India is the world’s youngest country, with over 150 million people in the age group 18 to 25. A significant number in this group is influenced the same way as their peer groups in the United States: this opens up huge market opportunities for a two-way exchange. There are interesting possibilities at the intersections of pharma and IT (drug discovery, clinical trials, and the like) as well.
All consumer electronics products and mobile handsets are now manufactured in Asia. The two biggest markets in China and India are waiting to happen. The next frontier is convergence of communications and computing in the home. China and India are the fastest-growing wireless markets. Isn’t there a huge opportunity for creating appropriate convergence solutions for these markets?
The “Golden Triangle” of Silicon Valley, India, and Greater China will be the engine of growth for the world’s technology business. Silicon Valley is in no danger of losing its position as the epicenter of global innovation, but it will increasingly be connected to China and India via an intricate mesh of capital, talent, and markets. Many VCs, entrepreneurs, and others in the business of folding future scenarios into current business plans are already well on their way to leveraging the Golden Triangle.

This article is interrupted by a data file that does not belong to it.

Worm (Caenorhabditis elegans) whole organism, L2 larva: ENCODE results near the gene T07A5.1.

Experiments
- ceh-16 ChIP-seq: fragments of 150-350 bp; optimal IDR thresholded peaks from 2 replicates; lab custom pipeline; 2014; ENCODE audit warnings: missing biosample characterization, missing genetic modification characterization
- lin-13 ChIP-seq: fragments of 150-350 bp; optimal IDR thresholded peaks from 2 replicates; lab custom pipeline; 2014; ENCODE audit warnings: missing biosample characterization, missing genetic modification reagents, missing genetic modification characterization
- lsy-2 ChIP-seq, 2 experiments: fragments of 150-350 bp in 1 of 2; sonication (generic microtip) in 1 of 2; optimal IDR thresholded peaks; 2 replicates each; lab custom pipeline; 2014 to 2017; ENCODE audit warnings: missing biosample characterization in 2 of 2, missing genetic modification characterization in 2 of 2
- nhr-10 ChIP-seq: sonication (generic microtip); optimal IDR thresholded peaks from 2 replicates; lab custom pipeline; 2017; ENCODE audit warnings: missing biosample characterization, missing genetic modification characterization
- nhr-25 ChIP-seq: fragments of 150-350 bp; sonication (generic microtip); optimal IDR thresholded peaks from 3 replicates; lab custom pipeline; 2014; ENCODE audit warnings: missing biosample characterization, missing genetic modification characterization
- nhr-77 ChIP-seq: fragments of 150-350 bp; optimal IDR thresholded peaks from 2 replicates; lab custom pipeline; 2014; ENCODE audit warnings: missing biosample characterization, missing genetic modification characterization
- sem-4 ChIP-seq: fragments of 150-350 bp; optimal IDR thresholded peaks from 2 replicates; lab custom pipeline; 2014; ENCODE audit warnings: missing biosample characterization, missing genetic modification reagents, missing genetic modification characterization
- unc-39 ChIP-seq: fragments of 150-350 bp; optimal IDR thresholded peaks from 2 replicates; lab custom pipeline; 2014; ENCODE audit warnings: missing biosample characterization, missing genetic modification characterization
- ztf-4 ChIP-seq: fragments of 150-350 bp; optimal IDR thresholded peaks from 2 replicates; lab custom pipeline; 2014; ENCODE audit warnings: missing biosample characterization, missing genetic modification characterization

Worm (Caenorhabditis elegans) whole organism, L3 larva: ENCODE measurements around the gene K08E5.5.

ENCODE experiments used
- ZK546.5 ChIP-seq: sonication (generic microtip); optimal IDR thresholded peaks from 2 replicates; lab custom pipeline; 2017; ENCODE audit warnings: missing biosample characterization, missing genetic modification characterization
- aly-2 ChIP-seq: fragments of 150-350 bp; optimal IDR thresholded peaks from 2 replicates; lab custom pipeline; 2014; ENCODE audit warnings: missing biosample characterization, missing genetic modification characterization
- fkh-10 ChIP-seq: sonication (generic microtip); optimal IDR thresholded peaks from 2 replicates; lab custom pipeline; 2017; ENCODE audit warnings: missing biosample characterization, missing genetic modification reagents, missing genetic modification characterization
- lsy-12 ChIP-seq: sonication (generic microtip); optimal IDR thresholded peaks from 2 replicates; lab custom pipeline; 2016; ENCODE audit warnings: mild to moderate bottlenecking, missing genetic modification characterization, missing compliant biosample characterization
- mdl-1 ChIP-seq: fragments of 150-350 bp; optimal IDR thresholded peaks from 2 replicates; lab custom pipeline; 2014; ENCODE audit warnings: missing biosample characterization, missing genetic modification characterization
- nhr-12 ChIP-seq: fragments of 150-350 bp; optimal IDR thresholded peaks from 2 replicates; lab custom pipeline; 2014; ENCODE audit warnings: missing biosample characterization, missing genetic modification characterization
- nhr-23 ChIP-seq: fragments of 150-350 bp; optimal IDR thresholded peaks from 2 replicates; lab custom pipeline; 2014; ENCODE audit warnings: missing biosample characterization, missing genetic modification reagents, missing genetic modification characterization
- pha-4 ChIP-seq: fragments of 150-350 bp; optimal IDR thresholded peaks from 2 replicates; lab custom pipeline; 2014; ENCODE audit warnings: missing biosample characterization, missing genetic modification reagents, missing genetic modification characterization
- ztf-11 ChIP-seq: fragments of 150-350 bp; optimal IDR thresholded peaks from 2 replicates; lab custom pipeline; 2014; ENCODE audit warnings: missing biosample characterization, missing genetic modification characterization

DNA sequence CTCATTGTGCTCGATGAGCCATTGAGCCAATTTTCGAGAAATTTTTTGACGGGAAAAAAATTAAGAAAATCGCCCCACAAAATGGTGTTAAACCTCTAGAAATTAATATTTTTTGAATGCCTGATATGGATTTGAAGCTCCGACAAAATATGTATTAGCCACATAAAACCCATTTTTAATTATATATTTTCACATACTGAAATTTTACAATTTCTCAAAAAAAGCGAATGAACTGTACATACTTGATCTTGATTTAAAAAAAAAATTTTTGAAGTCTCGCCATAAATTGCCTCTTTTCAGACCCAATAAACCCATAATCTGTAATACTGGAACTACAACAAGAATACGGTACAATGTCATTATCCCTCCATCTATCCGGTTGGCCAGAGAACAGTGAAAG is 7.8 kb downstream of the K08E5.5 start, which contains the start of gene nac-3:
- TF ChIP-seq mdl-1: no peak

Rewind history a quarter century, to the early ’80s. What we now call IT (information technology) was still called MIS (management information systems). Outside corporate walls, personal computing was an interesting hobby. Inside corporate walls, it was an oxymoron. Computers that mattered were mainframes and minicomputers, which lived in ventilated rooms on raised floors, tended by a priesthood of professionals. The working synonym for computing was “data processing.” Workstations were called “terminals.” While terminals came in “smart” and “dumb” breeds, none were personal.
Vendors dominated and defined enterprise computing. An MIS department was an IBM, Digital Equipment Corporation, Control Data, Honeywell, Bull or NCR “shop.” It used not only central-processing hardware from those vendors, but also disk drives, terminals, networking hardware, cabling and nearly everything else. Even the third-party “compatible” peripherals in hardware and software were generally designed to work only with one vendor’s breed of computer system its “platform.”